Four-year-old boy's chickenpox led to STROKE as mum issues warning

A mum says she had ‘no idea’ children could have strokes before her four-year-old son was left paralysed after falling suddenly ill. Freddie Rushton, now five, spent a month at the Royal Stoke University Hospital after being left paralysed down his left side.

The youngster was also unable to speak, with doctors telling the family he may never walk again following the devastating stroke on May 9 last year.

Tests found the stroke was a complication of a bout of chickenpox Freddie had suffered 11 months prior. A year on, Freddie was invited to open the Stroke Association’s garden at the Chelsea Flower show on Monday (May 20).

Mum Sarah Kilgariff, 43, from Kingsley, said she 'had no idea it could happen to children'. Mum-of-three Sarah said: “He went to bed absolutely fine, no warning signs whatsoever.”

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Sarah said she first noticed Freddie was unsteady on his feet, and thought he may have an ear infection. But Freddie, sat on his parents’ bed, rolled off and hit the wardrobe after completely losing the use of his left side.

The family later found out that it was at this moment that Freddie suffered a stroke. “A lot of people don’t realise that can happen,” Sarah said. “We didn’t.”

“It was horrific. He lost all use of his left side, but we didn’t think it was a stroke because that wasn’t obvious at the time. It looked like his tongue was swelling initially, and he does have an EpiPen. So, I rang the ambulance, and they said to give him his EpiPen.

“When the ambulance turned up, no-one mentioned the word ‘stroke’. They had no idea what was wrong with him.

“He was just kind of out of it, leaning to the left. We ended up at the Royal Stoke in Intensive Care, and they thought he had meningitis initially.”

Freddie underwent an MRI and CT scan in hospital. The family did not find out Freddie had suffered a stroke until the following day.

Sarah said: “Children can and do have strokes. It was the last thing on anyone’s mind, and it needs to be the first thing on people’s minds, that it could be a stroke and it needs to be ruled out.”

Doctors suspected the chickenpox virus had caused the stroke. Freddie underwent a lumbar puncture, which found the virus present in his spinal fluid.

Sarah said: “There is always a risk that you can have a stroke up to six months after having chickenpox, which I wasn’t aware of. Freddie had chickenpox 11 months beforehand, so it was quite a rare complication.”

The virus had spread to the child’s brain, causing a restriction of the blood vessels and subsequently the stroke. Doctors told Sarah it was ‘50/50’ as to whether Freddie would walk again.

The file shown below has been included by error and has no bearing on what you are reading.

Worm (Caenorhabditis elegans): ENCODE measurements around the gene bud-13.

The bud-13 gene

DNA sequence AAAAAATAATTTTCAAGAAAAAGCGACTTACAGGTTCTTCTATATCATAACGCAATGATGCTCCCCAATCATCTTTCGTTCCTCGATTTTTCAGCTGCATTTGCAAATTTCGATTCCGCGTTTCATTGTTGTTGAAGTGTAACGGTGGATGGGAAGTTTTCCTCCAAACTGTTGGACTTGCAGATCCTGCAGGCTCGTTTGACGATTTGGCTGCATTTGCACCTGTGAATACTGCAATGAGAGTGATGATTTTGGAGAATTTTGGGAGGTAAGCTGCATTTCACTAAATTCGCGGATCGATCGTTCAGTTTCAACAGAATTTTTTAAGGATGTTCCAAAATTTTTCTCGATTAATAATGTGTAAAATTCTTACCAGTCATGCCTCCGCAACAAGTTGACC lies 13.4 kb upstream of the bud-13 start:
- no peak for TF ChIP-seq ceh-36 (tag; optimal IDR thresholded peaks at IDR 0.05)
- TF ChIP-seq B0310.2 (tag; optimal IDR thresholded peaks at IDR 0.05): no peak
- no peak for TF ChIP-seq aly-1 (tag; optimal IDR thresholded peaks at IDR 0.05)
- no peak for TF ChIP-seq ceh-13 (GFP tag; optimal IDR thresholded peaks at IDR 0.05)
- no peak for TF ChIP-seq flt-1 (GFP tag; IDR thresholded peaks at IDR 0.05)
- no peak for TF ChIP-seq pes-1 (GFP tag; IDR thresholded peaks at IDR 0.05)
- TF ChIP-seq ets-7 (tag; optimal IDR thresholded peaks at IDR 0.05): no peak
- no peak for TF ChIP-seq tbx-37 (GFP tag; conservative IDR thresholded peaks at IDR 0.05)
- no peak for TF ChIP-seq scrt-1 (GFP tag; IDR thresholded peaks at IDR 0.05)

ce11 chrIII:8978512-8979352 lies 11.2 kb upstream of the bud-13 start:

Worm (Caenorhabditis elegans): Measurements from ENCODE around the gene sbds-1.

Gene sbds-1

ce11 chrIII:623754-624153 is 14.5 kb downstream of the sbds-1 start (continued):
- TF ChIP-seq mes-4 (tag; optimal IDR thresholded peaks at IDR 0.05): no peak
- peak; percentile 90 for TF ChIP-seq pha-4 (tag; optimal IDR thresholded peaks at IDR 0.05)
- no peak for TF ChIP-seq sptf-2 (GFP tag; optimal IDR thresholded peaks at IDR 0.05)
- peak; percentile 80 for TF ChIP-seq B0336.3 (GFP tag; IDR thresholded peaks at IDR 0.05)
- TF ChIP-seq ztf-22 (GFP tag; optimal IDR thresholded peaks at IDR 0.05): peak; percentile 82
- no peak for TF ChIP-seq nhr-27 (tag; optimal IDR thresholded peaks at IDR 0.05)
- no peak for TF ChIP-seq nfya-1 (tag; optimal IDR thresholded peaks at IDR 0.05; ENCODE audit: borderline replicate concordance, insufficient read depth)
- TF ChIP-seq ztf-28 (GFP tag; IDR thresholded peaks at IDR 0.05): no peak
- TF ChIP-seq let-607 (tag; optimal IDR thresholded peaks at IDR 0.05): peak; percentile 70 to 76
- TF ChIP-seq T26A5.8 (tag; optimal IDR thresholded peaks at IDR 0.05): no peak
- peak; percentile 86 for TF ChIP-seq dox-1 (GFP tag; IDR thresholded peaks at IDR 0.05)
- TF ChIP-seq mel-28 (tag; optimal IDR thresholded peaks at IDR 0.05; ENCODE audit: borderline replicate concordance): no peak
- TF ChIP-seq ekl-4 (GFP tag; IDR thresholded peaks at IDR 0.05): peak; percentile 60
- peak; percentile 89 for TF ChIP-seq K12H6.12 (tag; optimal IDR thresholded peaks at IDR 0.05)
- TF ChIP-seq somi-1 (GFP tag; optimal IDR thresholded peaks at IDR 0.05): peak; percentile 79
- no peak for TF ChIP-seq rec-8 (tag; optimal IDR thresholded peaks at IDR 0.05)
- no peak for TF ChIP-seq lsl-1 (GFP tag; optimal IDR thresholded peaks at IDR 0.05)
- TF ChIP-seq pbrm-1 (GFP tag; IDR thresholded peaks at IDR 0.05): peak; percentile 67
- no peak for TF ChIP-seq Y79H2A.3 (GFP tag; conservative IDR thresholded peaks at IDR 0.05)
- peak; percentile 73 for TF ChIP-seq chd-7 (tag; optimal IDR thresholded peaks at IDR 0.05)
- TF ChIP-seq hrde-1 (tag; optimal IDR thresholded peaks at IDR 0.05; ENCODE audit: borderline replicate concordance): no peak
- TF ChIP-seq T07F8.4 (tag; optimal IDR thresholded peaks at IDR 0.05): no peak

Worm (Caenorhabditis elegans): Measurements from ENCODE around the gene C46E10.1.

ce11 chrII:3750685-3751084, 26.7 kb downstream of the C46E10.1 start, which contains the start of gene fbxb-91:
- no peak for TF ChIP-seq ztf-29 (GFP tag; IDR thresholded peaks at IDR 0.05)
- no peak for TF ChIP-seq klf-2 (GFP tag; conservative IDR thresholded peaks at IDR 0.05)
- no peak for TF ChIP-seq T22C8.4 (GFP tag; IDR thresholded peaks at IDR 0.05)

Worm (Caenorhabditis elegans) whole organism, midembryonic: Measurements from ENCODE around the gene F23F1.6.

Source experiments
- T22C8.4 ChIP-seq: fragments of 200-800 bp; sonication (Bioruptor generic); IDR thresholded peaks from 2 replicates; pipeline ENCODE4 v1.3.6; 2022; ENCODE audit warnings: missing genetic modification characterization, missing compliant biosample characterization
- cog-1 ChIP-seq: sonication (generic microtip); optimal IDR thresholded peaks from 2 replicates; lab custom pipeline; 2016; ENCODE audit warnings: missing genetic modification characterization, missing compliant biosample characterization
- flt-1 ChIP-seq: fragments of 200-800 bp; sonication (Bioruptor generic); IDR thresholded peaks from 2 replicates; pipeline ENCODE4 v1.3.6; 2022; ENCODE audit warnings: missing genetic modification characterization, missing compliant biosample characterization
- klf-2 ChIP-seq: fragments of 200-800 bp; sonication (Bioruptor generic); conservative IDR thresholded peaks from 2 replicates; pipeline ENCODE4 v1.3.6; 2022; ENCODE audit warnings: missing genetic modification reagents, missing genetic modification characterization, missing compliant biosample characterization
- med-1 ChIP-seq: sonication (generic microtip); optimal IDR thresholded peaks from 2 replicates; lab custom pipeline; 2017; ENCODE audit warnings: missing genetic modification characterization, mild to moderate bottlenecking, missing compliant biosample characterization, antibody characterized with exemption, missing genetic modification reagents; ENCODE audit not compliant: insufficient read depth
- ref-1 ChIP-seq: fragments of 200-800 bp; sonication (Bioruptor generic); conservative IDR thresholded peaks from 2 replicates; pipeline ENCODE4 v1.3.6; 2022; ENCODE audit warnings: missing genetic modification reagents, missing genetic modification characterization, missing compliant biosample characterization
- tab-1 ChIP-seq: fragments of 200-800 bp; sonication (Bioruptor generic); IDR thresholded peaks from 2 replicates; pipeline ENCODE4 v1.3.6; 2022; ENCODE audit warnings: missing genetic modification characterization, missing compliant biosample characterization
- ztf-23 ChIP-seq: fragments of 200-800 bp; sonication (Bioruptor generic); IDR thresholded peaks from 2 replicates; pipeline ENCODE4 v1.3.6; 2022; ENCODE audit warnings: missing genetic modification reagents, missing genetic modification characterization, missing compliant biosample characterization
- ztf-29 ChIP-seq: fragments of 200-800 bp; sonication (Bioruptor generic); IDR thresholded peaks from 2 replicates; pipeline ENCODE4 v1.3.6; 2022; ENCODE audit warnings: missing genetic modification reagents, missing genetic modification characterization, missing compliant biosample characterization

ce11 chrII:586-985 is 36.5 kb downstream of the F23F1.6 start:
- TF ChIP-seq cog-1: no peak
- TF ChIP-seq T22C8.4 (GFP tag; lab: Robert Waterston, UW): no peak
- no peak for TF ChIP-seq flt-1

Freddie, a big brother to two-year-old Millie and five-week-old Alfie, was helped to move again by his little sister, mum Sarah said, with the toddler attending the hospital every day during Alfie’s stay. Sarah said: “Luckily, Freddie regained his mobility while we were in hospital.

“He started moving his leg a little bit when we got him in the bath, and we kept trying to get him up and move him. He had some physio and he did regain his mobility.

“He does still have some residual weakness on his left side, like with his grip, and he does stumble a little bit, but I’m hoping with time he’ll build that up. One of the major problems now is that he is very emotionally dysregulated, he’s very up-and-down, which he wasn’t before, and he’s back in nappies whereas he was fully potty-trained before.

Freddie Rushton, 5, at the Chelsea Flower Show with mum Sarah Kilgariff, 43, and dad Rob Rushton, 47.
Freddie Rushton, 5, at the Chelsea Flower Show with mum Sarah Kilgariff, 43, and dad Rob Rushton, 47.

Sarah added: “He struggles with his speech, and it’s been difficult accessing the education that he needs.

Despite his struggles, Sarah describes Freddie as a 'happy little boy' who loves to play outside. The family is now working with the Stroke Association to raise awareness.

Sarah said: “People don’t realise children, teenagers, and young people in their 20s and 30s have strokes. It’s shocking, and we’re trying to raise awareness so schools can look out for it. Children can have strokes, babies can have strokes.”

The Stroke Association’s garden at the Chelsea Flower Show, designed by stroke survivor Miria Harris and opened with Freddie’s help, will be transported to Chapel Allerton Hospital in Leeds following the event. Sarah, who runs Cheadle firm Topsoil and More with husband Rob Rushton, 47, has donated 100 tons of topsoil to the Stroke Association to help with the move.

Freddie Rushton, 5, in hospital at the Royal Stoke with sister Millie.
Freddie Rushton, 5, in hospital at the Royal Stoke with sister Millie.

Sarah said: “It’ll be really good when it goes up to the Leeds Hospital, because when we were in the Royal Stoke, there was nowhere really to go and sit and have a cry and take in what’s just happened. An outdoor space like that will be marvellous for stroke survivors and their families.”

She added: “About 400 children a year have a stroke, but I suspect there’s a lot of misdiagnosed or ‘mini’ strokes, because there’s a misconception that children don’t have strokes, including across the medical profession.”

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